Risk Factors for Children in Situations of Family Violence in the Context of Separation and Divorce
3. Protective factors
As risk is contextual, it is important to consider what may be available for a child or family that may mitigate some of the aforementioned risks facing children in cases of domestic violence. These protective factors may be used to understand why some children appear to be managing well in very adverse environments while others do not. Professionals may consider how they might provide referrals and other sources of support that could provide additional assistance to children living with these experiences. Protective factors may not be relevant to certain types of risk (such as lethality for example) but may provide avenues to promote coping skills and other strategies of resilience. Protective factors may be internal or external to the child and family and access to such supports may not be available in some situations.
A good assessment of risk is incomplete without considering the possible protective factors that exist in a child’s life or which may be implemented with the appropriate attention and resources. However, it is important to recognize that a protective factor in itself may not negate the presence of the risk or the need to keep safety at the forefront of all decision making. In particular, when considering the best interests of children in determining contact with an abusive parent, the quality of that contact should be considered more important that the quantity of that contact (Hunt & Roberts, 2004).
3.1 Separation and divorce as a protective factor
Most research on the impact of divorce points to the greatest harm to children coming from ongoing conflict and violence rather than divorce per se (Kelly & Emery, 2003). Separation can be a protective factor if the separation is associated with an end to the abuse and an opportunity for safety and healing for the adult and child victims of family violence. Some research has indicated that once exposure to the abusive living environment is reduced, problems around parenting and behaviour issues also decrease (Holden, Geffner, & Jouriles, 1998; Lapierre, 2008). This protective factor is dependent on the court and community agencies promoting these positive outcomes. Bancroft and Silverman (2002) consider children exposed to domestic violence who are now going through their parental separation or divorce as being ‘dually traumatized’ and requiring support to deal with both the violence and the separation. The children’s essential needs are for physical and emotional safety in their current environment, structure, limits and predictability, a secure attachment to a non-violent caregiver, safe contact with the abusive parent and a good relationships with peers/siblings.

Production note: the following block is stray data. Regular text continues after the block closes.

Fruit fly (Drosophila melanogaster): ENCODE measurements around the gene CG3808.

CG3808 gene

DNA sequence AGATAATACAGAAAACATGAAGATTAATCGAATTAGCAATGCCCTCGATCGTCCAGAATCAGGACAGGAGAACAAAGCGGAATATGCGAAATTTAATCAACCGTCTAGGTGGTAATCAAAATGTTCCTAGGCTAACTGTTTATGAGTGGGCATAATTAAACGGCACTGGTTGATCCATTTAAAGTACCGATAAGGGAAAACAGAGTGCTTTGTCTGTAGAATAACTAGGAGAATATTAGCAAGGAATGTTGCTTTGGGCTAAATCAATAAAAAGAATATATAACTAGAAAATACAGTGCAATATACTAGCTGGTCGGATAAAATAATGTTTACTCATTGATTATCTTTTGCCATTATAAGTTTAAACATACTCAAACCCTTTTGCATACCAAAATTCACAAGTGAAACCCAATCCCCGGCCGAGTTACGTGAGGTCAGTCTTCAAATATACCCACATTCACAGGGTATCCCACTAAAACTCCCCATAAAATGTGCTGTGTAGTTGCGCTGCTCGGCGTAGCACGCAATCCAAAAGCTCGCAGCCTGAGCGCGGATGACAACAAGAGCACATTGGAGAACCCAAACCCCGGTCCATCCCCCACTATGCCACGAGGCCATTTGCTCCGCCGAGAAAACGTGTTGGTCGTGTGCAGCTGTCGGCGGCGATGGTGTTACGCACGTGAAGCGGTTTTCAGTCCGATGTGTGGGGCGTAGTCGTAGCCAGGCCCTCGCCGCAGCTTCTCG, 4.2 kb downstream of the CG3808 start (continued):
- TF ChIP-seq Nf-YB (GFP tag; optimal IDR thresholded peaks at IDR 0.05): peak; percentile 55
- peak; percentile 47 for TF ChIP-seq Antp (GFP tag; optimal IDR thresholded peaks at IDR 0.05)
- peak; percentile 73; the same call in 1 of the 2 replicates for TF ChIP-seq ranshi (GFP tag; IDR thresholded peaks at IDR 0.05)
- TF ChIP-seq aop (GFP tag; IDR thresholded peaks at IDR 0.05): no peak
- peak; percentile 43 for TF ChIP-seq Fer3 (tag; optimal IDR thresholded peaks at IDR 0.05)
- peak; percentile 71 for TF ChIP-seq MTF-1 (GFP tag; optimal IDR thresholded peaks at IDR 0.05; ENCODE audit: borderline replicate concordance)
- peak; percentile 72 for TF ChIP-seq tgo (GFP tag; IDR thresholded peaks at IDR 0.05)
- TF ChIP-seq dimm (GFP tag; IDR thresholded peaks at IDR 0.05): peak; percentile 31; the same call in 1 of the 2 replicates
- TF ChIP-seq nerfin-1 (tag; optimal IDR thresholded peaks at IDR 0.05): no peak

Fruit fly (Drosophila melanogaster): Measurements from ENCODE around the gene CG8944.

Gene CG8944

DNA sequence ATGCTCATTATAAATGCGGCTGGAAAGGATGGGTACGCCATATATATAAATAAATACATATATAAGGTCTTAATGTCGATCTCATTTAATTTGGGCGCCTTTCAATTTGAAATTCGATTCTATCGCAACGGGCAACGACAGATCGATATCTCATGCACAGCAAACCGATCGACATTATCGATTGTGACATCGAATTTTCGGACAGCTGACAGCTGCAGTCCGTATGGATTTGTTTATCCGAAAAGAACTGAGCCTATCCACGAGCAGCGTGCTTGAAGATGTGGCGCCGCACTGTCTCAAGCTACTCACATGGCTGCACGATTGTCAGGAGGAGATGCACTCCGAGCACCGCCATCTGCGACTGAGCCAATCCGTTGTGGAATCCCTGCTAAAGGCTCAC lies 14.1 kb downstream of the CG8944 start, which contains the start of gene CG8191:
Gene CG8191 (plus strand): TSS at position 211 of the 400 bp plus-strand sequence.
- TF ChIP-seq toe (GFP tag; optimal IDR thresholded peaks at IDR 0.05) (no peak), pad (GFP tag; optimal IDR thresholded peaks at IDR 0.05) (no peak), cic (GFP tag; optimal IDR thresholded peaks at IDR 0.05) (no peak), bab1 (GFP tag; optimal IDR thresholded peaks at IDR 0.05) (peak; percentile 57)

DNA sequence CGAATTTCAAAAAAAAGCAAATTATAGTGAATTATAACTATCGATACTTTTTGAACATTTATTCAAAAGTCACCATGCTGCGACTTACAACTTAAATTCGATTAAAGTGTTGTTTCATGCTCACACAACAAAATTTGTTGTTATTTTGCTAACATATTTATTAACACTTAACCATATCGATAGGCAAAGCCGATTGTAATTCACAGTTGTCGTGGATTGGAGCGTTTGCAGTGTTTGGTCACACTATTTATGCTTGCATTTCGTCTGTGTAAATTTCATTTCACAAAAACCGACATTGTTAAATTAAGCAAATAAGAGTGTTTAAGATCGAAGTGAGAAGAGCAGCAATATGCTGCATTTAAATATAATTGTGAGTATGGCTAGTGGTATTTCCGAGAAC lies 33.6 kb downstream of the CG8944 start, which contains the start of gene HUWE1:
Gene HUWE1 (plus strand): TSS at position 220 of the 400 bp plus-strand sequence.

3.2 Other general protective factors
Below is a table that outlines other general protective factors that need to be considered when assessing risk of harm for children exposed to family violence during parental separation or divorce. For a more detailed description of each general factor, please see Appendix C.
General protective factors for children experiencing family violence
Child developmental level
- the developmental stage of a child can be a protective factor when considering the child’s ability to access supports, manage internal affective states, and develop coping strategies
- higher IQ may help a child cope either because the child is more cognitively able to make sense of surroundings or because success in academics creates an avenue for self-esteem and support
Safe mothers, safe children
- greater protection for mother means greater protection for child
- mothers employ short and long-term strategies/safety plans to keep herself and the children safe from harm
Family and social supports
- for the child – support from siblings and good, competent, and emotionally stable relationship with one parent or family member
- for the adult victim –assistance from loved ones can decrease psychological distress
- for the perpetrator – the development of social relationships and fear of losing family are seen as turning points for behaviour change
- access to community supports is essential for a woman and her children to leave an abusive partner and gain a sense of community
- community supports include suitable and affordable accommodations, positive relationships with advocacy supports, and a coordinated approach to family violence including a batterer intervention program combined with ongoing monitoring and intervention programs targeted at abusive fathers
- community relationships can decrease one’s likelihood of re-victimization and psychological distress
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